1971 Wild Free-Roaming Horses and Burros Act
Front Range Equine Rescue (FRER) filed a legal petition with the Bureau of Land Management (BLM) today to stop the sale of wild horses gathered from the range to individuals who then sell them to slaughter facilities. The Petition demonstrates that the spirit of the 1971 Wild Free-Roaming Horses and Burros Act, and the stated policy of the BLM, prohibit the sale of these equine representatives of American history to purchasers who see them as profit centers for the international slaughter market. Allowing these icons of the frontier to end up as someone else’s dinner is an unacceptable denigration of the valuable place these animals hold in both past and contemporary American culture.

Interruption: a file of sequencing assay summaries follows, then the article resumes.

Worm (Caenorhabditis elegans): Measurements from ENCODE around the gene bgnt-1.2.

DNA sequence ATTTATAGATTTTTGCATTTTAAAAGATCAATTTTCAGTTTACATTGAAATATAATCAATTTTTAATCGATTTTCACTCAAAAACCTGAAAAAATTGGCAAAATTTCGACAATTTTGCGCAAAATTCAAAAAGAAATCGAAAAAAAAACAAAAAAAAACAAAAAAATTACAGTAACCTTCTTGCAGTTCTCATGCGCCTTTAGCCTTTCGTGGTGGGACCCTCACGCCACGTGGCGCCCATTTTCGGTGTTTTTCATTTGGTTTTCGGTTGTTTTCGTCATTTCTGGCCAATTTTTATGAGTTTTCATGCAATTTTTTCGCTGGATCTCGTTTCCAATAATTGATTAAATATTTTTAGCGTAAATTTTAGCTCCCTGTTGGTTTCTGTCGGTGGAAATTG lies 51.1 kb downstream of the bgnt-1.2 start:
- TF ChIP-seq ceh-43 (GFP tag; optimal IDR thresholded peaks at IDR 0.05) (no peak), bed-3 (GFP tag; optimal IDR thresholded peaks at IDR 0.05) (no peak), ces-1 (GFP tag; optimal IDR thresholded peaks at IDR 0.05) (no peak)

Current federal oversight of horses going to slaughter, whether by the BLM or any other federal agency, is inadequate with respect to identification of the origin of the horses. It is estimated that hundreds, if not thousands, of captured wild horses are sent to slaughter through “killer-buyers” who buy them solely for that purpose. The buyers typically have no concern or knowledge about the horses’ welfare, or about their prior history, before shipping them off to inhumane deaths in slaughter facilities. BLM could, but does not yet, provide proper oversight to prevent wild horse slaughter, and FRER’s Petition presents reasonable solutions to that problem. “Being slaughtered for meat is a tragic and cruel end for horses; the horror and shame is amplified when the victims are the wild horses who are national treasures of American history,” said Hilary Wood, president of FRER. “Congress declared in 1971 that wild horses should be protected from commercial exploitation. Unless the BLM acts, this nightmare will continue for wild horses, who are especially sensitive because they have never been handled by humans